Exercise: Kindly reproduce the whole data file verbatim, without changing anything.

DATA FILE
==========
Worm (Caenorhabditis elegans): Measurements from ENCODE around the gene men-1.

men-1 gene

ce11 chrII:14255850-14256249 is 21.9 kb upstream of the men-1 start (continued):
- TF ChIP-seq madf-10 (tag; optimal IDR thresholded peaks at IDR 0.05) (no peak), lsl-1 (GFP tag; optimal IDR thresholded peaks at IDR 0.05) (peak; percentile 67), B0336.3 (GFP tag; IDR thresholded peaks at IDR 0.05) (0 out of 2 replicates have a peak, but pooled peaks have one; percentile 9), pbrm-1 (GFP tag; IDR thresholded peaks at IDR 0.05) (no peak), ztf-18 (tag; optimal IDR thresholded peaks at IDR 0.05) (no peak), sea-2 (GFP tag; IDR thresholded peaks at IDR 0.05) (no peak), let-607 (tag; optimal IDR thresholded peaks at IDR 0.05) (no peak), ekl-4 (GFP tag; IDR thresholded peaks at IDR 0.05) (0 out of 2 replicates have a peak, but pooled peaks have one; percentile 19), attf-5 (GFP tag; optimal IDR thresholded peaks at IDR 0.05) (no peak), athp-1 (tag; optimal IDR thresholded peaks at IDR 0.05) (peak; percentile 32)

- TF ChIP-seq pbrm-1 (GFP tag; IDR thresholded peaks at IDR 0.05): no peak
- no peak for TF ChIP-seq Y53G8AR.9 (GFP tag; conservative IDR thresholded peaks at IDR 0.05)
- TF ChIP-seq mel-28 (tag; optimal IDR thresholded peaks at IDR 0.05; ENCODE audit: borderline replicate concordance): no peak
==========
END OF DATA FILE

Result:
Worm (Caenorhabditis elegans): Measurements from ENCODE around the gene men-1.

men-1 gene

ce11 chrII:14255850-14256249 is 21.9 kb upstream of the men-1 start (continued):
- TF ChIP-seq madf-10 (tag; optimal IDR thresholded peaks at IDR 0.05) (no peak), lsl-1 (GFP tag; optimal IDR thresholded peaks at IDR 0.05) (peak; percentile 67), B0336.3 (GFP tag; IDR thresholded peaks at IDR 0.05) (0 out of 2 replicates have a peak, but pooled peaks have one; percentile 9), pbrm-1 (GFP tag; IDR thresholded peaks at IDR 0.05) (no peak), ztf-18 (tag; optimal IDR thresholded peaks at IDR 0.05) (no peak), sea-2 (GFP tag; IDR thresholded peaks at IDR 0.05) (no peak), let-607 (tag; optimal IDR thresholded peaks at IDR 0.05) (no peak), ekl-4 (GFP tag; IDR thresholded peaks at IDR 0.05) (0 out of 2 replicates have a peak, but pooled peaks have one; percentile 19), attf-5 (GFP tag; optimal IDR thresholded peaks at IDR 0.05) (no peak), athp-1 (tag; optimal IDR thresholded peaks at IDR 0.05) (peak; percentile 32)

- TF ChIP-seq pbrm-1 (GFP tag; IDR thresholded peaks at IDR 0.05): no peak
- no peak for TF ChIP-seq Y53G8AR.9 (GFP tag; conservative IDR thresholded peaks at IDR 0.05)
- TF ChIP-seq mel-28 (tag; optimal IDR thresholded peaks at IDR 0.05; ENCODE audit: borderline replicate concordance): no peak